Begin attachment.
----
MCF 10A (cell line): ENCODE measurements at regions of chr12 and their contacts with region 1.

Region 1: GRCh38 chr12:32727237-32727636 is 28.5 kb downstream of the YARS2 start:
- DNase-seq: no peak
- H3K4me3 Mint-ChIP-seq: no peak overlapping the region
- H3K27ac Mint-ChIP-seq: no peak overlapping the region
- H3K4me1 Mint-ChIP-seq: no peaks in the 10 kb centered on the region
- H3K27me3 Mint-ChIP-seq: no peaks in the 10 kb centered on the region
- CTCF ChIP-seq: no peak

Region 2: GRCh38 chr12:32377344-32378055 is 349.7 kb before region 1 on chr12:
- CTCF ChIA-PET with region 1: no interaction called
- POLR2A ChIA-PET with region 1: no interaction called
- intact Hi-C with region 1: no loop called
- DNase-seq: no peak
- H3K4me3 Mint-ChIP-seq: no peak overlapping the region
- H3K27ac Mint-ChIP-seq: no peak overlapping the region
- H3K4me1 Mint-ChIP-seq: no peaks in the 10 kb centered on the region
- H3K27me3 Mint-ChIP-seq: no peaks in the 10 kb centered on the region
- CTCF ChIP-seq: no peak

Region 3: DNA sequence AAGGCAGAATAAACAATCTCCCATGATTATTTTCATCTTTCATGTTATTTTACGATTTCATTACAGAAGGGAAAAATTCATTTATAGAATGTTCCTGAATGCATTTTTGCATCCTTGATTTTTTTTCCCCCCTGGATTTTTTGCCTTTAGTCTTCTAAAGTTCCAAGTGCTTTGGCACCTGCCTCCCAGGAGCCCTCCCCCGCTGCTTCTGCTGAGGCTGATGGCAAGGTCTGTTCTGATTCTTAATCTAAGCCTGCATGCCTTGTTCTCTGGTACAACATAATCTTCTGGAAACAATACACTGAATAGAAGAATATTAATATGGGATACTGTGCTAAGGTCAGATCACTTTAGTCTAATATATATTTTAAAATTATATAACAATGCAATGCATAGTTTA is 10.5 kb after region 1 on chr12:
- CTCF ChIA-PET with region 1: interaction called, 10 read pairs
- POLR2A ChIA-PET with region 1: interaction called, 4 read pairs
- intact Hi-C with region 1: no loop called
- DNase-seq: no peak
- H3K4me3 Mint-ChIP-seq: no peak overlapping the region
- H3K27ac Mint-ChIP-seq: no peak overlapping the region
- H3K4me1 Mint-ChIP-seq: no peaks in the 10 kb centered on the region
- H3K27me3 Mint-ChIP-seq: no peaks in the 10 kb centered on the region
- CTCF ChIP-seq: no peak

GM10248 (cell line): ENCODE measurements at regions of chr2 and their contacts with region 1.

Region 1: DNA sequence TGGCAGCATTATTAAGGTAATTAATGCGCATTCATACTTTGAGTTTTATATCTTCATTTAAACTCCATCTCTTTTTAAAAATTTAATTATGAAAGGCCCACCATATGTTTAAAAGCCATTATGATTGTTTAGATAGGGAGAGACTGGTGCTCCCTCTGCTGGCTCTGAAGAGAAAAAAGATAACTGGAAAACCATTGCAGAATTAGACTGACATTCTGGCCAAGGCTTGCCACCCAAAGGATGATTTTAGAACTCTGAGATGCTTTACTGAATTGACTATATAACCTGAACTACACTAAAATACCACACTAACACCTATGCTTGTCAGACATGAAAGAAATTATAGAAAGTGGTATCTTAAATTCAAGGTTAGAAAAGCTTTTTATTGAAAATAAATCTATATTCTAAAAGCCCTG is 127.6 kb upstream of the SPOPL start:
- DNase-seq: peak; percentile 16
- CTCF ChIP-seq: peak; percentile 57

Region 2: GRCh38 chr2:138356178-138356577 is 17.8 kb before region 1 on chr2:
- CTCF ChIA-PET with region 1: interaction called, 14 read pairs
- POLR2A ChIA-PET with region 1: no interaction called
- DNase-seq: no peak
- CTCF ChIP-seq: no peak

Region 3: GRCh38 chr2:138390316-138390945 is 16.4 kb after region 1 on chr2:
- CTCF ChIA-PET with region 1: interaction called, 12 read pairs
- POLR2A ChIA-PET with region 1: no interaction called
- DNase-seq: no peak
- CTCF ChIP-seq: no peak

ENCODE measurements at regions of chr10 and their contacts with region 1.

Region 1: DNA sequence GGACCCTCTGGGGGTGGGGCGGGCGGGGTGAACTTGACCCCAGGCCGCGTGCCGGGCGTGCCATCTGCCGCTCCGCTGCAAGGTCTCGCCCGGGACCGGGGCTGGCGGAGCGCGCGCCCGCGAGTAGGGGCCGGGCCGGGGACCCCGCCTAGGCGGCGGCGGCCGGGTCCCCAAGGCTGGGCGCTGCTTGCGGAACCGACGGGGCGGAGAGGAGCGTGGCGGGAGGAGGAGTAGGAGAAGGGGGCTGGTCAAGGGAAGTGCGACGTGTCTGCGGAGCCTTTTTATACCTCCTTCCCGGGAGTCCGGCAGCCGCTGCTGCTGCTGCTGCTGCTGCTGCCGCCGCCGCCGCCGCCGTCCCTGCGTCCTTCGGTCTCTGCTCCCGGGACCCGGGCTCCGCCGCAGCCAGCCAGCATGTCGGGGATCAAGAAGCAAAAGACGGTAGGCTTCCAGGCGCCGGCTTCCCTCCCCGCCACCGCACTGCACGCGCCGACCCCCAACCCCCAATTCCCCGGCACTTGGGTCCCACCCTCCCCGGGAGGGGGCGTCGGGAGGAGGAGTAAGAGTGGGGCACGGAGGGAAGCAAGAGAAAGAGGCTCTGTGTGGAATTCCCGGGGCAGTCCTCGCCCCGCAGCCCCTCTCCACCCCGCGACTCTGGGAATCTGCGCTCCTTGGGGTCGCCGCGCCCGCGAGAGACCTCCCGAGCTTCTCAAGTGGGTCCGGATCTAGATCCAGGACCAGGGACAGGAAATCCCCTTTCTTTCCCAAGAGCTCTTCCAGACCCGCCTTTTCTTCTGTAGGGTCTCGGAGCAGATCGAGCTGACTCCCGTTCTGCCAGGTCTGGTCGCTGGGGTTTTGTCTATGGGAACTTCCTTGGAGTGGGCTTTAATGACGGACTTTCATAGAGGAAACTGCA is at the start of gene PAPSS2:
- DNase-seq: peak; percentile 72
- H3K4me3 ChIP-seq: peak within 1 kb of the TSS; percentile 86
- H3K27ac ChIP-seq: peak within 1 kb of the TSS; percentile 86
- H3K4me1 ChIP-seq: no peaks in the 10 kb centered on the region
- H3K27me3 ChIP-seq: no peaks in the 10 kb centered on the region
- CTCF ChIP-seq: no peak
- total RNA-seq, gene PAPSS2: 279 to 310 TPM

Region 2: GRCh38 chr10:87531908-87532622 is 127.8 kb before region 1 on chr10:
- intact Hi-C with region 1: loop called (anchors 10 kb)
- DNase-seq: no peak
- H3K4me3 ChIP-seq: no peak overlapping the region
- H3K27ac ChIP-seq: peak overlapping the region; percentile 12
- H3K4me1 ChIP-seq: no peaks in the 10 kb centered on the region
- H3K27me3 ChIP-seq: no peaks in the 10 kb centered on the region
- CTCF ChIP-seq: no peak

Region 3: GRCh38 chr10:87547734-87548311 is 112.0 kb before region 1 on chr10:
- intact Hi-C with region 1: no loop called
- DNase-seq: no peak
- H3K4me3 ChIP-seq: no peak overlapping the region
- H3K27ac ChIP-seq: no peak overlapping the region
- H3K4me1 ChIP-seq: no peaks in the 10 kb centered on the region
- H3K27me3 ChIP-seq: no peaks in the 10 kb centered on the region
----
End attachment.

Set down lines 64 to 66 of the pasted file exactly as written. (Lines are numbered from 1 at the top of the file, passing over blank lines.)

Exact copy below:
- H3K27ac ChIP-seq: no peak overlapping the region
- H3K4me1 ChIP-seq: no peaks in the 10 kb centered on the region
- H3K27me3 ChIP-seq: no peaks in the 10 kb centered on the region